It was the immense privilege of the writer to meet with a few of such men, but nobody has produced on him a deeper impression than Sri Ramana Maharshi. Meeting him was a turning point in his life. The sublime majesty of the Divine Life stood and moved before him in all its infinite simplicity. The Ultimate had revealed itself as the Immediate. The Supreme had become the Innermost. The undreamt of had become the Actual. The struggle for life was transformed into the Bliss of Life.

The writer must stop here. The actual experience is beyond his power of expression. There are those things which fully deserve the highest praise, the praise of silence.

M. F.: Narada Bhakti Sutras say that the path of devotion is best, as all paths lead to devotion. Cannot the same be said of jnana or yoga or nishkama karma?

M.: Why this differentiation? Jnana is bhakti; vairagya is jnana.

M. F.: To know is to love. If we love, we know more, and vice versa.

M.: Yes.

M. F.: Ashtavakra Gita, Chapter IX, verse 4 says: "Things come by themselves." Does anything come of itself without the operation of some cause behind it?

M.: That which comes to a man without present effort or desire is the result of past efforts or desires -— prarabdha karma. Even a jnani who has no desires has to meet such events, as they are the result of his prarabdha karma.

Some one: "Jnana burns away all karma," says the Bhagavad Gita; so the jnani’s jnana could not leave prarabdha unburned. Is that so?

M.: In the jnani’s view all karma has gone. But in the world’s view, the Jnani’s body is seen subject to some karma and this is attributed to prarabdha.

M. F.: The Ashtavakra Gita says, "The jnani does not remember what he has done or not done." How to understand this?

M.: He is in Brahman, so he does not feel that he is the agent who has acted or not acted.

M. F.: If the jnani is subject to prarabdha, he may have to face desires, which are also a part of prarabdha karma. Desires cloud jnana. How can he then be a jnani?

M.: The desires that float before the jnani do not affect his jnana.

M. F.: The Puranas say that jnanis warred against jnanis. That must be due to prarabdha then?

M.: Yes. Krishna fought against Bhishma.

M. F.: But should not the jnani have vairagya, while it is desire that leads to conflict?

M.: Perfect vairagya is Jnana.

M. F.: How can we judge from the outside whether a man’s vairagya, or surrender, is perfect or complete?

M.: Of perfect vairagya and jnana, who is there outside to judge?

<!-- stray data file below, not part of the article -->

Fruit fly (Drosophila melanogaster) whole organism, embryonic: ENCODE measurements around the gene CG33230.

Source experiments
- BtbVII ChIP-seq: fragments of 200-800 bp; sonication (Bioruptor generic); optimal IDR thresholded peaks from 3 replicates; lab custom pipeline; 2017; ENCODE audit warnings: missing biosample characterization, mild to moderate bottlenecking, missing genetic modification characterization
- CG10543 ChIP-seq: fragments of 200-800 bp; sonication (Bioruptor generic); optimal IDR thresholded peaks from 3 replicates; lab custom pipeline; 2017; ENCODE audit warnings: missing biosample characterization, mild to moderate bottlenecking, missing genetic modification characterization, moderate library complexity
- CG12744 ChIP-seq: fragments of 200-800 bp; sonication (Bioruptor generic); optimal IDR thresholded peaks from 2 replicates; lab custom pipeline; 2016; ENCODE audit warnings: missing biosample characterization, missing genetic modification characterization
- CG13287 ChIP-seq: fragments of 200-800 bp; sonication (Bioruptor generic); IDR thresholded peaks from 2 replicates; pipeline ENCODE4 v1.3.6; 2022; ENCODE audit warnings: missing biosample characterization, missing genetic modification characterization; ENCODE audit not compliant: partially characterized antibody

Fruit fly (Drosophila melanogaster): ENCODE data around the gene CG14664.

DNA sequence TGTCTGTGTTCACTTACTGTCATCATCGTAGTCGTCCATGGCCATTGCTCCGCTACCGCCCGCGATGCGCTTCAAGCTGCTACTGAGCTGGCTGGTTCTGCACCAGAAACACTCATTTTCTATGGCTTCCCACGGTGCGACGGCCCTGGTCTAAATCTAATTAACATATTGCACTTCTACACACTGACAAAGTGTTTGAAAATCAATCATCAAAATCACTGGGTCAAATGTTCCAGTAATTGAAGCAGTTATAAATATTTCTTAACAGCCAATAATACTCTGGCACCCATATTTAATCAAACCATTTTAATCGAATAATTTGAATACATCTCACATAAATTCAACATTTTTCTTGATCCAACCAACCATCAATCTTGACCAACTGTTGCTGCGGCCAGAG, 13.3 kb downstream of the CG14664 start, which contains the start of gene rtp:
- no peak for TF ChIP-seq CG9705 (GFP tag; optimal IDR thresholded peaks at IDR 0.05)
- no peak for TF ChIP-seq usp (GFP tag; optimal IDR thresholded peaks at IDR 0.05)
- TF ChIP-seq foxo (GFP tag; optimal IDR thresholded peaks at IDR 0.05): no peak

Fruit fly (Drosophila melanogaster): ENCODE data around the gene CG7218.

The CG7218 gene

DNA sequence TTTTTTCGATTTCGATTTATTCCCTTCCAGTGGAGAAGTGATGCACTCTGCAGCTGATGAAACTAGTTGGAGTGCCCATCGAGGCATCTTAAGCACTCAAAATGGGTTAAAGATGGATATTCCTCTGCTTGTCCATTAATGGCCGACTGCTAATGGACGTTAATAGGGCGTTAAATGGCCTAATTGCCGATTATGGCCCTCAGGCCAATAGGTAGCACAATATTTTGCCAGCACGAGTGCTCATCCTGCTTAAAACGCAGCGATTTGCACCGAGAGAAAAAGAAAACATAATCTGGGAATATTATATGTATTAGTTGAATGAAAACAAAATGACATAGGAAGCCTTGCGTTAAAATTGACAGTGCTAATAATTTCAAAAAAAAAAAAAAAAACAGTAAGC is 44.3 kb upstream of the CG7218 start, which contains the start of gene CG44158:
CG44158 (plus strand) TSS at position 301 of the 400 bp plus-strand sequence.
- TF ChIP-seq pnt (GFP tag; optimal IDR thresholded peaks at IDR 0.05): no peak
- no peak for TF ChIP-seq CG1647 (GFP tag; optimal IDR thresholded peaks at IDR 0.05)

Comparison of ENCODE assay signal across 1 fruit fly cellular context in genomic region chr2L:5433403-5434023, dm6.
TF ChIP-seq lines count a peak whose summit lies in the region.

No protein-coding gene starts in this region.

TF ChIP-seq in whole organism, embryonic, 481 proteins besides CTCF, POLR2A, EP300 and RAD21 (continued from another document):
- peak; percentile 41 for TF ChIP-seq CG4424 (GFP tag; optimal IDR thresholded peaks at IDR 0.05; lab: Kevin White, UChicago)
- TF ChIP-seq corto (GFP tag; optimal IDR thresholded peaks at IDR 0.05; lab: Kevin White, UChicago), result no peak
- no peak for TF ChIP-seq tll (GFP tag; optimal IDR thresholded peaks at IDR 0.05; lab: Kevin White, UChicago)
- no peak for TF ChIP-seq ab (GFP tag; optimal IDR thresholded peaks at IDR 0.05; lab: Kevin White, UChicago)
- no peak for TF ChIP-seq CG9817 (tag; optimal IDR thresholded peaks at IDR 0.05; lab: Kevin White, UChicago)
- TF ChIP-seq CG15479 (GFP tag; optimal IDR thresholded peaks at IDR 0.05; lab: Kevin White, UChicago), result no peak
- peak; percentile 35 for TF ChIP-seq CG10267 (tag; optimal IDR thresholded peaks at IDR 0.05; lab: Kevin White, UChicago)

M. F.: Instead of constantly pursuing the enquiry ‘Who am I?’ why not constantly ask ‘Who are you?’

M.: Either enquiry that tends to still the mind is good. But ‘Who am I?’ is the shortest and most direct method. The others lead up to it.

— Condensed from the Sunday Times, January 12, 1936

This is from THE MAHARSHI News Letter

Pryns Hopkins


Pryns Hopkins

IN AS MUCH AS India is notoriously the most metaphysically minded of all countries, it was natural that I should seek discussions in this field.

Ever since I had read Paul Brunton’s A Search in Secret India, I had been keen to visit Ramana Maharshi, the sage whom Brunton found most impressive of all those he sought out. Soon after my arrival at his Ashram, I bade one of the two men who mainly ministered to him to inquire whether I might ask two questions. Accordingly, I was requested to take my seat in front of the group of visitors and an interpreter sat next to me (although Maharshi usually gets queries directly through English) and was invited to present my question.

The first of these questions was: “If it is true that all the objective world owes its existence to the ego, then how can that ego ever have the experience of surprise as it does, for example, when we stub our toe on an unseen obstacle?”

Sri Bhagavan answered, ‘that the ego is not to be thought of as antecedent to the world of phenomena, but that both rise or fall together. Neither is more real than the other, only the nonempirical Self is more real. By reflecting on the true nature of the Self, one comes at length to undermine the ego and at the same time, material obstacle and stubbed toe are equally unreal and to dwell in the true reality which is beyond them all.’